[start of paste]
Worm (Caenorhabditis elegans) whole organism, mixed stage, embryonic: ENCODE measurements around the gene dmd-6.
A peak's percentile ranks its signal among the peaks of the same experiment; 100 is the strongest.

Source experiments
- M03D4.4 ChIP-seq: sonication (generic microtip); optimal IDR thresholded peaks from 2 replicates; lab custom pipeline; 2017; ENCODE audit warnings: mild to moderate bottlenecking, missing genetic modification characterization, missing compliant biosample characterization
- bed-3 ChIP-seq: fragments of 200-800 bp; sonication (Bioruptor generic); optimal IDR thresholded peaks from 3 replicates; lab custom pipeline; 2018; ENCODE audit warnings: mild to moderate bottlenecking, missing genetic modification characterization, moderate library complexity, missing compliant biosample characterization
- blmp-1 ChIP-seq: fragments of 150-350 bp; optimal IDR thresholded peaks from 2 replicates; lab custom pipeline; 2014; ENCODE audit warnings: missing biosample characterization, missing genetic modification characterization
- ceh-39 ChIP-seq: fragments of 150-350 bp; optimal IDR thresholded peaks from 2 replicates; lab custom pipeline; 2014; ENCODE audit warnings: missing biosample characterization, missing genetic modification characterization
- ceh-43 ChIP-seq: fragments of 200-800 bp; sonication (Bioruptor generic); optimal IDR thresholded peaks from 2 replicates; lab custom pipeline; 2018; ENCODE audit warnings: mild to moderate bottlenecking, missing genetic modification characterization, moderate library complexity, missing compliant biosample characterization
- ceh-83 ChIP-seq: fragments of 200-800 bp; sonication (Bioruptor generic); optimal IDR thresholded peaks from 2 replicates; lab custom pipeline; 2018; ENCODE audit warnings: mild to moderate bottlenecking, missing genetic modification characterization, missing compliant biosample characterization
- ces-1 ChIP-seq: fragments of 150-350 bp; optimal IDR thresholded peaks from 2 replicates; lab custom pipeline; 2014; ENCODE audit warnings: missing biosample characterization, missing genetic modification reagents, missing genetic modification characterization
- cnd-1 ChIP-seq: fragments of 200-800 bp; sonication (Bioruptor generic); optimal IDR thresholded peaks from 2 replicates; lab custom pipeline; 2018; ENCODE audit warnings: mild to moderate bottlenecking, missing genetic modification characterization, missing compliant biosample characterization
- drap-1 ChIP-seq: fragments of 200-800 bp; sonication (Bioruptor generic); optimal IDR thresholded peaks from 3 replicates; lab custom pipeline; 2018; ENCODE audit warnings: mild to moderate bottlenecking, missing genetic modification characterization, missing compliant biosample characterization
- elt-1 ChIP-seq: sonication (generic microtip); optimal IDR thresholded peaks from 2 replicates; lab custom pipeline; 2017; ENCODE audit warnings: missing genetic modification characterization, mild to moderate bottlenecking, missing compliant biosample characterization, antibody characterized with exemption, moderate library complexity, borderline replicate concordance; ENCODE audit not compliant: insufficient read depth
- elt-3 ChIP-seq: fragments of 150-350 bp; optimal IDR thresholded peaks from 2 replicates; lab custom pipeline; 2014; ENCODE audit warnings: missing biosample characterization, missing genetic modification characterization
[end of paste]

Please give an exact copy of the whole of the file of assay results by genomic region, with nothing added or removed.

Worm (Caenorhabditis elegans) whole organism, mixed stage, embryonic: ENCODE measurements around the gene dmd-6.
A peak's percentile ranks its signal among the peaks of the same experiment; 100 is the strongest.

Source experiments
- M03D4.4 ChIP-seq: sonication (generic microtip); optimal IDR thresholded peaks from 2 replicates; lab custom pipeline; 2017; ENCODE audit warnings: mild to moderate bottlenecking, missing genetic modification characterization, missing compliant biosample characterization
- bed-3 ChIP-seq: fragments of 200-800 bp; sonication (Bioruptor generic); optimal IDR thresholded peaks from 3 replicates; lab custom pipeline; 2018; ENCODE audit warnings: mild to moderate bottlenecking, missing genetic modification characterization, moderate library complexity, missing compliant biosample characterization
- blmp-1 ChIP-seq: fragments of 150-350 bp; optimal IDR thresholded peaks from 2 replicates; lab custom pipeline; 2014; ENCODE audit warnings: missing biosample characterization, missing genetic modification characterization
- ceh-39 ChIP-seq: fragments of 150-350 bp; optimal IDR thresholded peaks from 2 replicates; lab custom pipeline; 2014; ENCODE audit warnings: missing biosample characterization, missing genetic modification characterization
- ceh-43 ChIP-seq: fragments of 200-800 bp; sonication (Bioruptor generic); optimal IDR thresholded peaks from 2 replicates; lab custom pipeline; 2018; ENCODE audit warnings: mild to moderate bottlenecking, missing genetic modification characterization, moderate library complexity, missing compliant biosample characterization
- ceh-83 ChIP-seq: fragments of 200-800 bp; sonication (Bioruptor generic); optimal IDR thresholded peaks from 2 replicates; lab custom pipeline; 2018; ENCODE audit warnings: mild to moderate bottlenecking, missing genetic modification characterization, missing compliant biosample characterization
- ces-1 ChIP-seq: fragments of 150-350 bp; optimal IDR thresholded peaks from 2 replicates; lab custom pipeline; 2014; ENCODE audit warnings: missing biosample characterization, missing genetic modification reagents, missing genetic modification characterization
- cnd-1 ChIP-seq: fragments of 200-800 bp; sonication (Bioruptor generic); optimal IDR thresholded peaks from 2 replicates; lab custom pipeline; 2018; ENCODE audit warnings: mild to moderate bottlenecking, missing genetic modification characterization, missing compliant biosample characterization
- drap-1 ChIP-seq: fragments of 200-800 bp; sonication (Bioruptor generic); optimal IDR thresholded peaks from 3 replicates; lab custom pipeline; 2018; ENCODE audit warnings: mild to moderate bottlenecking, missing genetic modification characterization, missing compliant biosample characterization
- elt-1 ChIP-seq: sonication (generic microtip); optimal IDR thresholded peaks from 2 replicates; lab custom pipeline; 2017; ENCODE audit warnings: missing genetic modification characterization, mild to moderate bottlenecking, missing compliant biosample characterization, antibody characterized with exemption, moderate library complexity, borderline replicate concordance; ENCODE audit not compliant: insufficient read depth
- elt-3 ChIP-seq: fragments of 150-350 bp; optimal IDR thresholded peaks from 2 replicates; lab custom pipeline; 2014; ENCODE audit warnings: missing biosample characterization, missing genetic modification characterization